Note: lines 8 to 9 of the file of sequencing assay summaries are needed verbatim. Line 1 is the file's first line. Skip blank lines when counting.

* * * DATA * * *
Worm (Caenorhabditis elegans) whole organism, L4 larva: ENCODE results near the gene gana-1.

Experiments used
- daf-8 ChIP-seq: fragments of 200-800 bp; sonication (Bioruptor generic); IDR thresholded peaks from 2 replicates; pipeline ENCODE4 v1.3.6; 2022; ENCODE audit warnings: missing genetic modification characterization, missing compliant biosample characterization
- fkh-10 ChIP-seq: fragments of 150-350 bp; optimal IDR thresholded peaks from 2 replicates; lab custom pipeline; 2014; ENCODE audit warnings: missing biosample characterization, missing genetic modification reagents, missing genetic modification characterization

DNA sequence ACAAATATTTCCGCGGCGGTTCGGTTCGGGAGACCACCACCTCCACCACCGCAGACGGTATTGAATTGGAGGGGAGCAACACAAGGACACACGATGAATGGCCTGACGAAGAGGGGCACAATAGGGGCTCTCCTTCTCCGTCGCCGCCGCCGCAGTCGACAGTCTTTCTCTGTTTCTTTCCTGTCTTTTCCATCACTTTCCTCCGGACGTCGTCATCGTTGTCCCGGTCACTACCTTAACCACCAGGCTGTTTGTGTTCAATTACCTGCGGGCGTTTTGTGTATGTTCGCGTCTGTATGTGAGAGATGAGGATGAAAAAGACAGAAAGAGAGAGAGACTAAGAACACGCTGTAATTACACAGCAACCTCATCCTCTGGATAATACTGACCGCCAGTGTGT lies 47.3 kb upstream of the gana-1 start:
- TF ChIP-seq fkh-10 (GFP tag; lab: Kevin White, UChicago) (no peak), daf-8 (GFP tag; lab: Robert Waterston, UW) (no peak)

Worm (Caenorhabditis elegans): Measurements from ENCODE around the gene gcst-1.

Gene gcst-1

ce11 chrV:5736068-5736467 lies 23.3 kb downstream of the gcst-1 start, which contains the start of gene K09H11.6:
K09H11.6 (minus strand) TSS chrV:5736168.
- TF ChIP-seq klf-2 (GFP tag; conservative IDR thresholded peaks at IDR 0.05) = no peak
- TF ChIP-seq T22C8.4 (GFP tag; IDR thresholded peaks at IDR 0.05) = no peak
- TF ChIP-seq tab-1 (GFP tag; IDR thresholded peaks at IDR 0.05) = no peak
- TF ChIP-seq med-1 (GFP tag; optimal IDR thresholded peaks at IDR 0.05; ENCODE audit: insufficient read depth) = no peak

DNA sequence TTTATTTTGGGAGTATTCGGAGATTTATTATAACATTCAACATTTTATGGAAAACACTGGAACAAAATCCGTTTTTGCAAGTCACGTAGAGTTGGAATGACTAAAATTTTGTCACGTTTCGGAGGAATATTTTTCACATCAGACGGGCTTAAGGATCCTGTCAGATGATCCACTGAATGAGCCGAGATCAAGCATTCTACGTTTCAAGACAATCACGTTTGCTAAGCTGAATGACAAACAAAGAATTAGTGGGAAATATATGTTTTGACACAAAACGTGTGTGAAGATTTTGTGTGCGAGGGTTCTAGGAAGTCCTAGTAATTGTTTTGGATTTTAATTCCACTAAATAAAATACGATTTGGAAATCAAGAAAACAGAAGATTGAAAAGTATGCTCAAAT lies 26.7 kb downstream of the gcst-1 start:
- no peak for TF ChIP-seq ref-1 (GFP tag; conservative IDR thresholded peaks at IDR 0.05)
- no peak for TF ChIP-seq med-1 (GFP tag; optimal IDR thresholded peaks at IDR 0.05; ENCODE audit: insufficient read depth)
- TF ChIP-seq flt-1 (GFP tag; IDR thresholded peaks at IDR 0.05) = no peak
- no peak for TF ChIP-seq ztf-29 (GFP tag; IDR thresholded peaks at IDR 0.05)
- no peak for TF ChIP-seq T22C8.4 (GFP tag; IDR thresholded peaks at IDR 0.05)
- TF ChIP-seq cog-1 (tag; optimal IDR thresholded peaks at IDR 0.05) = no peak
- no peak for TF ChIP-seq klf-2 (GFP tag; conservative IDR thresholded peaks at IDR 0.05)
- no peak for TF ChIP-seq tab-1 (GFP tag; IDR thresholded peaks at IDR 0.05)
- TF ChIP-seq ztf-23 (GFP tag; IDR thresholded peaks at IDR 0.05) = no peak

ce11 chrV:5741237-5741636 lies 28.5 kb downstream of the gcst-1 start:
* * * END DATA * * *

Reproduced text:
Gene gcst-1

ce11 chrV:5736068-5736467 lies 23.3 kb downstream of the gcst-1 start, which contains the start of gene K09H11.6: